Gov. Chris Christie got a double dose of good news this week, as New Jersey’s April unemployment rate dipped below 9 percent for the first time in four years and state revenue collections met his Treasury Department’s revised targets.
Echoing former President Ronald Reagan, an ebullient Christie declared at a town meeting in Sayreville that “the best social program is a job,” and declared that his economic and fiscal policies were responsible for New Jersey’s economic, employment, and revenue growth.
“Revenues are up, jobs are up and unemployment is down,” Assembly Minority Leader Jon Bramnick (R-Union) declared.
Treasury’s announcement that April’s revenues came in just ahead of target takes some of the drama out of Monday’s Senate Budget Committee face-off between Treasurer Andrew Sidamon-Eristoff and David Rosen, the chief budget officer for the nonpartisan Office of Legislative Services.
The Treasury numbers are good, but not good enough to contemplate restoring the $392 million in property tax rebates that were pushed off from May until August when Sidamon-Eristoff revised his revenue forecasts downward in March.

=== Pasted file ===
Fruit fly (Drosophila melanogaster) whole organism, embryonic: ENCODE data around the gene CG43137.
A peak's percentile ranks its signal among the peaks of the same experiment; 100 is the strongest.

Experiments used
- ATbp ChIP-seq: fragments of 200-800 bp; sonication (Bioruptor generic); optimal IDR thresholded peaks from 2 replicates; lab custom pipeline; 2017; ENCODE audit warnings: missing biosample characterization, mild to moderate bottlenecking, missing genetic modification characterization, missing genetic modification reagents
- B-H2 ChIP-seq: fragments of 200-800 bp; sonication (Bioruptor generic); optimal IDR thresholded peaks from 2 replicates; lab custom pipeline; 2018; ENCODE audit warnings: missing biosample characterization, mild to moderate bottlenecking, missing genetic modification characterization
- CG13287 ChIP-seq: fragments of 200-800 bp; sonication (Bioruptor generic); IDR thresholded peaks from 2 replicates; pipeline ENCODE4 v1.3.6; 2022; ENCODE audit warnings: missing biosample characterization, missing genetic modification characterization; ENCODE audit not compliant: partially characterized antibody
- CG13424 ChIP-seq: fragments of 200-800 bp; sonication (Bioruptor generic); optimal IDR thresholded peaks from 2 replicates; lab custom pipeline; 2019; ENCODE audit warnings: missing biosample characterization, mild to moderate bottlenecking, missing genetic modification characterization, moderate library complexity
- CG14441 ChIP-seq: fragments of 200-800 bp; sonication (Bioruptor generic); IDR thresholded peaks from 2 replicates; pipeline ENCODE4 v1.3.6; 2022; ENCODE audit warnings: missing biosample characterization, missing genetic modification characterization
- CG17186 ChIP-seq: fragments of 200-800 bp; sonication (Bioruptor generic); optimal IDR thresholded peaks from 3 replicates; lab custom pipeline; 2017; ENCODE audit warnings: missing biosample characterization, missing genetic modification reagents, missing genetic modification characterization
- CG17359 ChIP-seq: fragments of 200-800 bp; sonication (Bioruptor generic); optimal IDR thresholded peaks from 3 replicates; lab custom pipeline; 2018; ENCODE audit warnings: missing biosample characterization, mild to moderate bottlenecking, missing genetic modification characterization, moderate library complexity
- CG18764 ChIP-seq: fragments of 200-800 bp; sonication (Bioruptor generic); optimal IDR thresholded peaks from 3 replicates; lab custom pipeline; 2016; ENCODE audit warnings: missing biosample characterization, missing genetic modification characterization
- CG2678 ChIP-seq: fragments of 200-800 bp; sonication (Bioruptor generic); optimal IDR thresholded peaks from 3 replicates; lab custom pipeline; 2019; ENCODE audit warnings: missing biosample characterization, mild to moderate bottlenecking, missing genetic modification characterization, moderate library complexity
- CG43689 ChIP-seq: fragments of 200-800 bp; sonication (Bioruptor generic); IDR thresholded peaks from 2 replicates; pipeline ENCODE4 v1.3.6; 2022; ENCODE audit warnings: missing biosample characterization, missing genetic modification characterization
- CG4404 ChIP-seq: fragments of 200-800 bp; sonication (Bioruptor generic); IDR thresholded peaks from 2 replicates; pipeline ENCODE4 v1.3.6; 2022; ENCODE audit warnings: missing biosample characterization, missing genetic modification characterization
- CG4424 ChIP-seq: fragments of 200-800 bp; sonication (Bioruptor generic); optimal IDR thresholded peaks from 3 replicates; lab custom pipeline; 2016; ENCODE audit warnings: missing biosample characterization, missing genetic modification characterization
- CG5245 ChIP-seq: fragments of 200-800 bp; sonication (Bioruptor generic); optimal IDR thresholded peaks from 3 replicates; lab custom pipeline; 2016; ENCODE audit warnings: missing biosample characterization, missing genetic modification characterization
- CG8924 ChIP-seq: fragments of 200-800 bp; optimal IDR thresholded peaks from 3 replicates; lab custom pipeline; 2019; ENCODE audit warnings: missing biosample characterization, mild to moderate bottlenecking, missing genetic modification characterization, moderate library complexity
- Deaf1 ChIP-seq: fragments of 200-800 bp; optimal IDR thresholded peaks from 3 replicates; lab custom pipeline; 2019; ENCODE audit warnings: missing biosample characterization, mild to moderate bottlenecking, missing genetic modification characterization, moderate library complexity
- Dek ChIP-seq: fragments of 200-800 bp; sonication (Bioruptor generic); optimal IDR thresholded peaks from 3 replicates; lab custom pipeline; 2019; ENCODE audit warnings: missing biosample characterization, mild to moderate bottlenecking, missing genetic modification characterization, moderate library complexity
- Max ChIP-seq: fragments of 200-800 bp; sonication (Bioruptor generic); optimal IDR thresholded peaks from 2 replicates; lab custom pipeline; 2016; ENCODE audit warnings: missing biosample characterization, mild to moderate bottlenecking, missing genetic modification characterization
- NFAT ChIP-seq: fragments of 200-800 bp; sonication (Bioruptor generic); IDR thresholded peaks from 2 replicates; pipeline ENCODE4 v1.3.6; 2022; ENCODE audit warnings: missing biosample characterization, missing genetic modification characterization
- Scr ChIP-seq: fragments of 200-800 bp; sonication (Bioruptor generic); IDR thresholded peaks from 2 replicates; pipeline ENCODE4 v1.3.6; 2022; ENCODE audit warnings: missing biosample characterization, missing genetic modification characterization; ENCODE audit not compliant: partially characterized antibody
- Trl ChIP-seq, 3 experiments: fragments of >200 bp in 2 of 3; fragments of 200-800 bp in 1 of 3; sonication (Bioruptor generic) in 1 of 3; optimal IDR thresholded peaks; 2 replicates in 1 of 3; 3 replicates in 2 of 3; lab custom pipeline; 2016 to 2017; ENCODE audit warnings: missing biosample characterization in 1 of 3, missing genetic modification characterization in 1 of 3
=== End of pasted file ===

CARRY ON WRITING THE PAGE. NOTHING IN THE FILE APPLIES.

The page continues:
Whether Treasury eventually hits its lowered $27.075 billion revenue target by June 30 is irrelevant. The next report on the May revenues won’t come in until mid-June — too late for the governor and Legislature to do anything but cover whatever shortfall there is by reducing the state’s already low surplus for the upcoming year or lapsing unspent funds from this year’s budget, which Christie did aggressively last year.
Property Tax Credit in the Offing?
The real question is whether the combination of a good unemployment report with on-target revenues is enough to persuade the Democrats who control the Legislature to join with Christie to enact a $100 property tax credit on state income taxes for homeowners earning up to $400,000 heading into November’s election, when Christie and all 120 members of the Senate and Assembly are up for reelection.
Senate President Stephen Sweeney (D-Gloucester) has said he would like to enact the $183 million first stage of the $1.4 billion property tax credit program he originally proposed last spring, but only if the revenues are there. Christie has offered to identify savings elsewhere in the budget if Democrats are willing to go for the tax cut.